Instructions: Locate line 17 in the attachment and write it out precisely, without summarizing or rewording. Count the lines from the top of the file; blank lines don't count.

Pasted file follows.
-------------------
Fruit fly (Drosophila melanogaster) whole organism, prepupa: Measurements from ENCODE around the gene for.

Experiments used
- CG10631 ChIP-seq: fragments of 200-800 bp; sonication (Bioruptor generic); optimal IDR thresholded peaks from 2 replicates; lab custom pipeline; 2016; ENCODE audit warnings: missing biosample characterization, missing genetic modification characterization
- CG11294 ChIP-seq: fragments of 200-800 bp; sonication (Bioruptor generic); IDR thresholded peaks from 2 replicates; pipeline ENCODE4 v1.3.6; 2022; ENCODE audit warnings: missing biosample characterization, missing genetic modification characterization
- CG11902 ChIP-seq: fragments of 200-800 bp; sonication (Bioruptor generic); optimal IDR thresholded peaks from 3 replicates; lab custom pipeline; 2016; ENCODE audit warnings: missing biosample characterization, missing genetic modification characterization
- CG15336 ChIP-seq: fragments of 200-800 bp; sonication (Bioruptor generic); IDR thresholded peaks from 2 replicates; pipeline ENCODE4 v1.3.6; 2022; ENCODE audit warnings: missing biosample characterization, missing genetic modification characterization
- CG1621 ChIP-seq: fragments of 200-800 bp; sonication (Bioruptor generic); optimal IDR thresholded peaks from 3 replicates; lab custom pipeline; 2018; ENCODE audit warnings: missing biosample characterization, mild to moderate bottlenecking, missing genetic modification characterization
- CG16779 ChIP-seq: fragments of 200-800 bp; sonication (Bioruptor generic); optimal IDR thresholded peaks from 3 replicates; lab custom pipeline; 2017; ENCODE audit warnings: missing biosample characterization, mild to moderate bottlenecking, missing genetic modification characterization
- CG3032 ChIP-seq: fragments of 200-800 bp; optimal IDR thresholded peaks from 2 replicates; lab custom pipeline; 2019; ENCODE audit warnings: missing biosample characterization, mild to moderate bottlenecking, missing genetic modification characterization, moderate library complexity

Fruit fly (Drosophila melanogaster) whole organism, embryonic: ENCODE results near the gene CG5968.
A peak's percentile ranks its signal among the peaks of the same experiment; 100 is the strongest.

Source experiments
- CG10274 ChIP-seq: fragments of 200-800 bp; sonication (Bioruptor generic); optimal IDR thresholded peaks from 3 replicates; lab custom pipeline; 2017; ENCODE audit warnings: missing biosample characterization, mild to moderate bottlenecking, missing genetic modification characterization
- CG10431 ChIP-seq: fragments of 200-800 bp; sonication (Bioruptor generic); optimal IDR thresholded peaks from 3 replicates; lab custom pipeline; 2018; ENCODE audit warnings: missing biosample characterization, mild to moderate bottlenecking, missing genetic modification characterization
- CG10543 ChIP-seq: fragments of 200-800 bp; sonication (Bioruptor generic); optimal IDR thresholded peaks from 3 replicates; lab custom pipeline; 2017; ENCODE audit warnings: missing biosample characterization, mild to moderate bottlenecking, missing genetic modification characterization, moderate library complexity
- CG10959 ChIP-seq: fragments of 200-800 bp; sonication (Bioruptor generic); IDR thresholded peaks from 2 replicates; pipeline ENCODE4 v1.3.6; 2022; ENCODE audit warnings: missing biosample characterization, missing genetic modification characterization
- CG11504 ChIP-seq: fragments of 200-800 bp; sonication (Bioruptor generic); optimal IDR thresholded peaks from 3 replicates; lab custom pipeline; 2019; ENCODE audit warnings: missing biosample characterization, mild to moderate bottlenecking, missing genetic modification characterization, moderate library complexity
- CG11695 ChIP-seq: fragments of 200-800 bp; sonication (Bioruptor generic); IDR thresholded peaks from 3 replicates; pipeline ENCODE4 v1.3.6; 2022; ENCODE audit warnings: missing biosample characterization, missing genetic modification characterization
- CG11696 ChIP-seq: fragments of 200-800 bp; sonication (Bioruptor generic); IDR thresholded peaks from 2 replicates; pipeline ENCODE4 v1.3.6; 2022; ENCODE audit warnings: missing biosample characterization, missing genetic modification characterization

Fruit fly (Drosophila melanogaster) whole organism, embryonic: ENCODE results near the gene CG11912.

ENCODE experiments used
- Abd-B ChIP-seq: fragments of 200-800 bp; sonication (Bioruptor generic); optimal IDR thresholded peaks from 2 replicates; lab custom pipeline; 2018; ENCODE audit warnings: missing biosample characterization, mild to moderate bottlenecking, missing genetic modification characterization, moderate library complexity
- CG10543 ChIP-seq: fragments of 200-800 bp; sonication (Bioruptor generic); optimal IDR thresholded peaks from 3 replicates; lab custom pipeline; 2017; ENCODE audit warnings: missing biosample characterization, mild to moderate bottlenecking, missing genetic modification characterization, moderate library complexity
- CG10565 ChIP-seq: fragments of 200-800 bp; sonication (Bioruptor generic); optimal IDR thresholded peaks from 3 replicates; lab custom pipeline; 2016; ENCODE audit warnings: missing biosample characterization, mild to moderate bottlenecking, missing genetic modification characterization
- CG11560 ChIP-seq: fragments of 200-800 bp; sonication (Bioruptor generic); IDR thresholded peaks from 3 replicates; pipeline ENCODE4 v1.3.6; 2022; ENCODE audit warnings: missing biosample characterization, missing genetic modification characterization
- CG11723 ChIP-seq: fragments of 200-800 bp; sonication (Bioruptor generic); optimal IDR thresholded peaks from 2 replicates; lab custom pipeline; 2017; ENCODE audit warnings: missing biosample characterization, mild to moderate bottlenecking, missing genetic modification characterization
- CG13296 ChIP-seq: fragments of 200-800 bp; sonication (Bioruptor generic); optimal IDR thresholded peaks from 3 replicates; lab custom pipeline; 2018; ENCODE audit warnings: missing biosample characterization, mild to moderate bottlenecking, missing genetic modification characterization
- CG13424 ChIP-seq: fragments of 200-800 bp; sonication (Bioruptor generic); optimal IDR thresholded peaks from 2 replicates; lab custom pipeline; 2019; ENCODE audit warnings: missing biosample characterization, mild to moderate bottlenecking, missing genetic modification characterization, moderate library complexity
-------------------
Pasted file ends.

- CG11504 ChIP-seq: fragments of 200-800 bp; sonication (Bioruptor generic); optimal IDR thresholded peaks from 3 replicates; lab custom pipeline; 2019; ENCODE audit warnings: missing biosample characterization, mild to moderate bottlenecking, missing genetic modification characterization, moderate library complexity